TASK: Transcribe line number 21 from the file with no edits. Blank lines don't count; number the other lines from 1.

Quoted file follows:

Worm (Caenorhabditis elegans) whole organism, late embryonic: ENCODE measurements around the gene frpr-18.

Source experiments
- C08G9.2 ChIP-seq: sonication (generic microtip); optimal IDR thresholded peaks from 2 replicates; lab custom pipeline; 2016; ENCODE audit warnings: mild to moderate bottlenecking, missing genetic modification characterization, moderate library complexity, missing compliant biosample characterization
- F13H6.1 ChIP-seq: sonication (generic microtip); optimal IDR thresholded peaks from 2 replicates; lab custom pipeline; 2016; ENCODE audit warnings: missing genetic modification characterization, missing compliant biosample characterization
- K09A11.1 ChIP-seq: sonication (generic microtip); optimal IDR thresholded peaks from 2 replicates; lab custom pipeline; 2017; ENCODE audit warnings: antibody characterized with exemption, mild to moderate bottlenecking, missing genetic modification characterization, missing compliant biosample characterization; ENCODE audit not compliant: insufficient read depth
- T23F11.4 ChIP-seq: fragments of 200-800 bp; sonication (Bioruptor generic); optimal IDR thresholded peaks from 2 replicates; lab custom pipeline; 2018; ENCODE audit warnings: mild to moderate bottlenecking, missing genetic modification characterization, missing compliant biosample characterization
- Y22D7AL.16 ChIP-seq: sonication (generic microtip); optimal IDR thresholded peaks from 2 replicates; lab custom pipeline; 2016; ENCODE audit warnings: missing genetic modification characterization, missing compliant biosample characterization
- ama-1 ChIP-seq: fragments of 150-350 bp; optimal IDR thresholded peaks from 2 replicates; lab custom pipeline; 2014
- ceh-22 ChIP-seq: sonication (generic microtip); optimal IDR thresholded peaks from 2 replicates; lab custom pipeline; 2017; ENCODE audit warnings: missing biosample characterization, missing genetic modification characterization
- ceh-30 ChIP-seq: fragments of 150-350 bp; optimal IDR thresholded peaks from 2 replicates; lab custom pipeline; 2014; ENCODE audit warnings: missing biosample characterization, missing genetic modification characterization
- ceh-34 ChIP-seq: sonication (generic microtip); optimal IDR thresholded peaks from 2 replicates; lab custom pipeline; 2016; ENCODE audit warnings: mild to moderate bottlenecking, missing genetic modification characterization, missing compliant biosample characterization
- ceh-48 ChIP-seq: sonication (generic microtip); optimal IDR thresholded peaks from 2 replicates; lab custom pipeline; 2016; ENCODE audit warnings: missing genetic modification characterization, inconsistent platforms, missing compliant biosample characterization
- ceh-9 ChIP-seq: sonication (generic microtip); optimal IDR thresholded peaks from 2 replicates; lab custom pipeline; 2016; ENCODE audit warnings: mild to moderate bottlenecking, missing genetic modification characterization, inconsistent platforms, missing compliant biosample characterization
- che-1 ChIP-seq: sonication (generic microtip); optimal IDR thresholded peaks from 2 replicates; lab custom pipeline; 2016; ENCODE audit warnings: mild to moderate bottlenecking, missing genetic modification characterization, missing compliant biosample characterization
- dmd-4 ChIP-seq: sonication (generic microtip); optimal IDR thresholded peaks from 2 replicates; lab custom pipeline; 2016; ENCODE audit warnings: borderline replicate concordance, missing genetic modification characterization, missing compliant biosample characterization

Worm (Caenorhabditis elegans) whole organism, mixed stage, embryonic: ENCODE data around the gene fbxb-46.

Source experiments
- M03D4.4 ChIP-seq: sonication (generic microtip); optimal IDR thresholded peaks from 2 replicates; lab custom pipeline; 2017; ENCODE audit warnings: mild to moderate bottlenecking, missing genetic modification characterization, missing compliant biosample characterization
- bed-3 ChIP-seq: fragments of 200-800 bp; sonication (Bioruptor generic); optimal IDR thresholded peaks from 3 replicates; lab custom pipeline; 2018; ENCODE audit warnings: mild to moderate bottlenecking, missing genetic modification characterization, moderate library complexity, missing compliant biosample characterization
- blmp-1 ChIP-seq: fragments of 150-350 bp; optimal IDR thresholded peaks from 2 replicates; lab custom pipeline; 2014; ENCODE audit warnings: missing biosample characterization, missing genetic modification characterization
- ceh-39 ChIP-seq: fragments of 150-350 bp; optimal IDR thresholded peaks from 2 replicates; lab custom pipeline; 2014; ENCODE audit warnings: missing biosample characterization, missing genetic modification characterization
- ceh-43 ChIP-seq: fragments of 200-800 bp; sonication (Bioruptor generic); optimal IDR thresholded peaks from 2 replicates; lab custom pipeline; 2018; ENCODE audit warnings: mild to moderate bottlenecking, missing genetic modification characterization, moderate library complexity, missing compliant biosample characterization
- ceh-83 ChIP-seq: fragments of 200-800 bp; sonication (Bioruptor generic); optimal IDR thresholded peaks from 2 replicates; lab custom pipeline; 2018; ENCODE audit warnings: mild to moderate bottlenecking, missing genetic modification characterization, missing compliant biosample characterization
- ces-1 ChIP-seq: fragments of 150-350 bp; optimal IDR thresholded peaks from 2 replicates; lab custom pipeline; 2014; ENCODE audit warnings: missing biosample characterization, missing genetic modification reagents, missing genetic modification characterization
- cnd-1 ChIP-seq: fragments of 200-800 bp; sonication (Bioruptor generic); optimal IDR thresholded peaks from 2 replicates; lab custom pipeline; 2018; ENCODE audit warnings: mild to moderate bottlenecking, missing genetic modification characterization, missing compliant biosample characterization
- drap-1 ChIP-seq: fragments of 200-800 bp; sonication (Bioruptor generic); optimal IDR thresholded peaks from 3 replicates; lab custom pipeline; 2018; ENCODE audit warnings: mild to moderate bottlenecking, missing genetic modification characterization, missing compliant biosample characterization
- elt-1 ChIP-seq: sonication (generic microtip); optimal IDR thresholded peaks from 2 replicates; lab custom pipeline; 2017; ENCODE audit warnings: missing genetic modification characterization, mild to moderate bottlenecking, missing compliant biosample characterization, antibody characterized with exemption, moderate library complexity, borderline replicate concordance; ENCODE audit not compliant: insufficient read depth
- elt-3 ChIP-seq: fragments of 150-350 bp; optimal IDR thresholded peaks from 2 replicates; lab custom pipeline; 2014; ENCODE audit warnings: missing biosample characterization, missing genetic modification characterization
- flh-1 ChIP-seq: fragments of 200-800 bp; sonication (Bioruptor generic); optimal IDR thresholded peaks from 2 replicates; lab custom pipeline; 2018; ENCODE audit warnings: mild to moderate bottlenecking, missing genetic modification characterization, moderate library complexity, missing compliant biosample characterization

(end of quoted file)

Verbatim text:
- ceh-39 ChIP-seq: fragments of 150-350 bp; optimal IDR thresholded peaks from 2 replicates; lab custom pipeline; 2014; ENCODE audit warnings: missing biosample characterization, missing genetic modification characterization